Looking for some spiritual guidance along with your Martini? This Tokyo bar run by Buddhist monks has you covered.
Vowz Bar, located in the Nakano section of Tokyo, is a unique oddity in the ever-odder world of concept bars. Holding court in front of a wall of whiskies and sakes, monks in traditional garb mix up cocktails such as the Perfect Bliss and the Infinite Hell.
In a sprawling metropolis of nearly 14 million, this warmly lit, 23-seat watering hole features no karaoke, no hostesses and no television. What it does have, though, is the occasional spontaneous burst into chanting, along with complimentary monk consultations. In a way, this Buddhist bar in Tokyo has returned not only to 16th century Japan, but to the old American masters, who proselytized the role of the ideal bartender as stoic listener, confidant and giver of advice.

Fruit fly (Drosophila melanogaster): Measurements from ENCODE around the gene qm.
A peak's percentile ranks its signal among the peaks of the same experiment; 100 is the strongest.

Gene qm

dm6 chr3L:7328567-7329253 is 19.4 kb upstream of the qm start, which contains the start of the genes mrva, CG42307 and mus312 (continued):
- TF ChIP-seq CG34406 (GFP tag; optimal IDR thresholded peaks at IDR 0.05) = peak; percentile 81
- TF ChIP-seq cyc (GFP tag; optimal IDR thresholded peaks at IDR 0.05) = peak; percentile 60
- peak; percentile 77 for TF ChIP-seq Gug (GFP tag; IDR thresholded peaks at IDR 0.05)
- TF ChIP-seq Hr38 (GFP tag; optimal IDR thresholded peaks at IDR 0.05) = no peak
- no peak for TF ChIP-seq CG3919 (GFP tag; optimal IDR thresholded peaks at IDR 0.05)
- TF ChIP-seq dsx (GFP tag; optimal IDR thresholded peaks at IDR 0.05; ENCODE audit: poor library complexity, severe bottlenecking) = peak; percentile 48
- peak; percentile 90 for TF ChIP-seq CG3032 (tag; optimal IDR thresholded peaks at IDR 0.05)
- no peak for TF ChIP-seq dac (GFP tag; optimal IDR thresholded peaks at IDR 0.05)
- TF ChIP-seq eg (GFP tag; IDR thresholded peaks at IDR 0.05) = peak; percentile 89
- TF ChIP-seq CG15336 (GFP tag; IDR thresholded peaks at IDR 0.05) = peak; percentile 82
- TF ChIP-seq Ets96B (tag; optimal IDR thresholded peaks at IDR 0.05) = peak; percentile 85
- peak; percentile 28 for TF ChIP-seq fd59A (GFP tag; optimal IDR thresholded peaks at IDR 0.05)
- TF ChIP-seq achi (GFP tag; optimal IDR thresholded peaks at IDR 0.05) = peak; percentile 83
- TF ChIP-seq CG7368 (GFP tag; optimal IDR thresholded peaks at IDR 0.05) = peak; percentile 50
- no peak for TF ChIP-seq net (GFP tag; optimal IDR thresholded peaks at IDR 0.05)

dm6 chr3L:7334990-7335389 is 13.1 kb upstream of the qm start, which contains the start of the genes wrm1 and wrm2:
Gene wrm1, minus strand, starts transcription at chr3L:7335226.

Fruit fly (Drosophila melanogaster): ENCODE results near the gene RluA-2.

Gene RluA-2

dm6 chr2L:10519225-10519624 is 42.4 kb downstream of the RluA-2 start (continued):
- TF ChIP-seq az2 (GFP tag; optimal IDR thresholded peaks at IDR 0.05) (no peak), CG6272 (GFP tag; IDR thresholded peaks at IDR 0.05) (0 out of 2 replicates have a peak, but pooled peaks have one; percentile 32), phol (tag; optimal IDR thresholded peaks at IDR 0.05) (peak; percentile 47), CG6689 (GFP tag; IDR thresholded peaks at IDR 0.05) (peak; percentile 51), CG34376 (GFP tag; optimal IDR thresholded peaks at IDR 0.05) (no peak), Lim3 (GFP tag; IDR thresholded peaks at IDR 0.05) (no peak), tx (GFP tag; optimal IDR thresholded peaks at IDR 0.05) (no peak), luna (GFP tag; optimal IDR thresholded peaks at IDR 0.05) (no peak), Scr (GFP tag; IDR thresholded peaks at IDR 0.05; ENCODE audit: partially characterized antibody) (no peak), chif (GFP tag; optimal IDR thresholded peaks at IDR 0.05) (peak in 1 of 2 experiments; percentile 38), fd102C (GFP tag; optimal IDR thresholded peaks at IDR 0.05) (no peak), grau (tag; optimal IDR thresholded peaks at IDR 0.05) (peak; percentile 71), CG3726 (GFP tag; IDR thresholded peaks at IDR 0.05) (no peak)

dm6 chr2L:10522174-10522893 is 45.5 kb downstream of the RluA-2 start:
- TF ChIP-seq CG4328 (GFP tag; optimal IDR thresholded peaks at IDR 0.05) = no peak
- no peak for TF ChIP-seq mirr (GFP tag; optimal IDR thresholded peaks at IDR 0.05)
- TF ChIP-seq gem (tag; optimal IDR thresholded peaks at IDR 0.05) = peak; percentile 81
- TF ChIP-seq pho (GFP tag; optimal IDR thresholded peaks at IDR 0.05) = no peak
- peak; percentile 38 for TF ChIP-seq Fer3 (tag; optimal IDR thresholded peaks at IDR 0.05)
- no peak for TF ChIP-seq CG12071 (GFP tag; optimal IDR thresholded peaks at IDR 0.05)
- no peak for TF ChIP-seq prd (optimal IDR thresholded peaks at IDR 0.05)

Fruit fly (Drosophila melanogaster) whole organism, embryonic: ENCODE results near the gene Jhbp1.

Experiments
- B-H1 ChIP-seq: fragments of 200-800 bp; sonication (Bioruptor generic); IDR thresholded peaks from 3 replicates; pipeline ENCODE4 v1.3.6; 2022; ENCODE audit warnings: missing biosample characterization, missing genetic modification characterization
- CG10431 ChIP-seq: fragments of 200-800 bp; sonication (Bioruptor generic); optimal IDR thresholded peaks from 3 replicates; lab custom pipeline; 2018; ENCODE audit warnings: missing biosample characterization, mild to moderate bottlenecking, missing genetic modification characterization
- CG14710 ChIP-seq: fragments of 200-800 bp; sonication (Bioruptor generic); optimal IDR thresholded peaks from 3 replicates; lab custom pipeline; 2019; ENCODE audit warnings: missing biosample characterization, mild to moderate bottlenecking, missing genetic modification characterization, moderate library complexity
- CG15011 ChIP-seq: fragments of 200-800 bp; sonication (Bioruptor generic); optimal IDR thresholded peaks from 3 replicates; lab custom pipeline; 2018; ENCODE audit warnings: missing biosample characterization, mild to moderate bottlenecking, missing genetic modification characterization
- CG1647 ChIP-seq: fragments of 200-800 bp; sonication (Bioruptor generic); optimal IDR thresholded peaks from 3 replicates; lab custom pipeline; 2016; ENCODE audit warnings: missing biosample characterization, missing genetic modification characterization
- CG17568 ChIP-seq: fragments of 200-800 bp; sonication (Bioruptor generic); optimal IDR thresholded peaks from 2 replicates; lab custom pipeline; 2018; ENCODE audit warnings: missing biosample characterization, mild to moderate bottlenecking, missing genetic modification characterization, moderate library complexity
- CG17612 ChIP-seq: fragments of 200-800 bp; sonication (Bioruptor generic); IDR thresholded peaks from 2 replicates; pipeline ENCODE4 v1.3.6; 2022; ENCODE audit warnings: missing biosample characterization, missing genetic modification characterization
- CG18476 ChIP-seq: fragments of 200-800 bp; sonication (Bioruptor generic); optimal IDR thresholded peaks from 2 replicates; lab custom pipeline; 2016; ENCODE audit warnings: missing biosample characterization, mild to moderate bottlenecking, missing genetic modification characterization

Yoshinobu Fujioka, a Buddhist priest by day, has run Vowz for fifteen years. Though it has mainly attracted interest for its apparent novelty, the former boxer instead traces his bar’s lineage to ancient Japan and its connection to the present. He explains that imbibing with monks “was a common thing in the ancient Muromachi era, when people would gather in a Buddhist temple and drink together. We’ve just updated the tradition to fit our times.”
A few drinks, he notes, will do wonders for making connections with customers, helping break down the walls people put up living in the biggest city in the world.
Matt Merkin is a writer and photographer currently based in New York City.